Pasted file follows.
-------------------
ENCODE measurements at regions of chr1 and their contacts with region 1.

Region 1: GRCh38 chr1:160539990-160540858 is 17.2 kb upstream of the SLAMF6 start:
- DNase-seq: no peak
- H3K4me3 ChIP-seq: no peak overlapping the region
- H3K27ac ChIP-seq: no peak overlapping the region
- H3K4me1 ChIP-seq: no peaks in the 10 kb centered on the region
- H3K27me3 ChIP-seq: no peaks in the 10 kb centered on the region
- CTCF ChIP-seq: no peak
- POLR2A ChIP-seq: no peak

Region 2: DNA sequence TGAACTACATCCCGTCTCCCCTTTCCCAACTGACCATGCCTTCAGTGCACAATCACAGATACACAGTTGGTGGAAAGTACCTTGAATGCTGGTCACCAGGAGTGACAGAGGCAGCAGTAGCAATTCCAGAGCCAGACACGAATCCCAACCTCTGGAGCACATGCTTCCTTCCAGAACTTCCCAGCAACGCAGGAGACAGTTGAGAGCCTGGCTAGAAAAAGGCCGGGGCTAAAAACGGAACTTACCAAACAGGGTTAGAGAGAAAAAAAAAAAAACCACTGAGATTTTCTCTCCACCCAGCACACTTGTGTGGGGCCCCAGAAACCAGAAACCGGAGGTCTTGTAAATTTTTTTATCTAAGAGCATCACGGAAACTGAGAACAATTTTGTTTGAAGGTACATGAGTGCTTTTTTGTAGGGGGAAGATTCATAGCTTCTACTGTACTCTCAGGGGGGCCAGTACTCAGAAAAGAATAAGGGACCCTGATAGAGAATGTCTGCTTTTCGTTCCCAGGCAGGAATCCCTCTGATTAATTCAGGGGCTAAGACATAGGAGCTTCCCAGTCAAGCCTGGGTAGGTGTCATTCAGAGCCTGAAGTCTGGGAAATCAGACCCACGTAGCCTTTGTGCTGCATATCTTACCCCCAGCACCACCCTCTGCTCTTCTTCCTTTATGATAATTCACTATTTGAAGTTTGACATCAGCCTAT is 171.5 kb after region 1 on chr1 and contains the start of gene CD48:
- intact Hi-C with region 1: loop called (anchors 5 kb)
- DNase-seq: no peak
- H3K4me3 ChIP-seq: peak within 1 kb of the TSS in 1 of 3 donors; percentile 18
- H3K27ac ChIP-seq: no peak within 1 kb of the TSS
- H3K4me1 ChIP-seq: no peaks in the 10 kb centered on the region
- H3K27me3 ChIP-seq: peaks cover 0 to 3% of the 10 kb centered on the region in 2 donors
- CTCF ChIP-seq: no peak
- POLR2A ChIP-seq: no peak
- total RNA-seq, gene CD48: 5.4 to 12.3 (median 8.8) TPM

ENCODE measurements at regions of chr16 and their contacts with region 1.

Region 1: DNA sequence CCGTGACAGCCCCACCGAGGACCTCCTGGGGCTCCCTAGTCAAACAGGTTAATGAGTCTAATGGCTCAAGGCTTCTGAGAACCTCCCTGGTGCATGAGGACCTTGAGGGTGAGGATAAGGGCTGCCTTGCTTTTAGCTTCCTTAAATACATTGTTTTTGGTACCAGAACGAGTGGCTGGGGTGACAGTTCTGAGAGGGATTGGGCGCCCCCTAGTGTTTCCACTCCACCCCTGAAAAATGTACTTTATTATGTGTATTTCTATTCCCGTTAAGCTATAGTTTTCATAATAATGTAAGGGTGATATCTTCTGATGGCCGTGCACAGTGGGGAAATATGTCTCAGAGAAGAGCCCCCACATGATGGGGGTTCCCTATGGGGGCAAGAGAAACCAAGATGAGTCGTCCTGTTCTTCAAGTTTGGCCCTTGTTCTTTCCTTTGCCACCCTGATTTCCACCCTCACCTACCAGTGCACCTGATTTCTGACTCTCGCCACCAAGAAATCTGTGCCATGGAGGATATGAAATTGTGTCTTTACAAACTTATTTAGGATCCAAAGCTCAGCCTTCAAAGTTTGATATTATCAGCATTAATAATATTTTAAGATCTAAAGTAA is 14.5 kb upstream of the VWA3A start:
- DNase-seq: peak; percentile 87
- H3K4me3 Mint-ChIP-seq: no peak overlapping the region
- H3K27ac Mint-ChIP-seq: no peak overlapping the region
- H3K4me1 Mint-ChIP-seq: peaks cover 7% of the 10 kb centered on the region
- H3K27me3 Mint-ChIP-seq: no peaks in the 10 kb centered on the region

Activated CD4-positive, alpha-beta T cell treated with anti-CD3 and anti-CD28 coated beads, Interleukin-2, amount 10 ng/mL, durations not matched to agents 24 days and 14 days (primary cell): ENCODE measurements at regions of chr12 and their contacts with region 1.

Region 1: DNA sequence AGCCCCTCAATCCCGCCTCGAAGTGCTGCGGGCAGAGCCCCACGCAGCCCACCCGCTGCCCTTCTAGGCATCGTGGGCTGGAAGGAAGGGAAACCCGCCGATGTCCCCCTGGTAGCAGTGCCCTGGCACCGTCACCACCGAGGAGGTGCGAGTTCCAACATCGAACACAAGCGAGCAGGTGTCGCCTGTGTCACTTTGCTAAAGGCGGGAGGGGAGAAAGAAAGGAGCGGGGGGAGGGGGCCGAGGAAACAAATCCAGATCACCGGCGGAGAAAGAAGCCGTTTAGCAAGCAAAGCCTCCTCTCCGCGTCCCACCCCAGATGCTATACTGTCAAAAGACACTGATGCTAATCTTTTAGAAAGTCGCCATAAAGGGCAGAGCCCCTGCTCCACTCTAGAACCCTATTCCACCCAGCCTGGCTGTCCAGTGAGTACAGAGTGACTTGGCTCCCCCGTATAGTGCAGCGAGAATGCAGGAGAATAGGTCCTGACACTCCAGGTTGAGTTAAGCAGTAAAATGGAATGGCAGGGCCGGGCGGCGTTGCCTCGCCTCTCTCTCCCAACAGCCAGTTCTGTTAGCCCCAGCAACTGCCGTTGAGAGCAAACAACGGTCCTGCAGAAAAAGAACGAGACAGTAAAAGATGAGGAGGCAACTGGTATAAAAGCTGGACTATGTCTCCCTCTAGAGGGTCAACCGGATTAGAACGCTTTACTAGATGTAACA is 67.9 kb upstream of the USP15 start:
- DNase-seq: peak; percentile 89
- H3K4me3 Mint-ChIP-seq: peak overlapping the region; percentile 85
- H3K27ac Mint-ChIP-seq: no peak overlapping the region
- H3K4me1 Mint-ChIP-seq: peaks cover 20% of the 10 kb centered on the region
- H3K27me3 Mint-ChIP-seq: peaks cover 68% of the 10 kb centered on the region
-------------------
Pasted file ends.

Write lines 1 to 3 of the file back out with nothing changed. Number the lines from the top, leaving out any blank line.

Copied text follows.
ENCODE measurements at regions of chr1 and their contacts with region 1.

Region 1: GRCh38 chr1:160539990-160540858 is 17.2 kb upstream of the SLAMF6 start:
- DNase-seq: no peak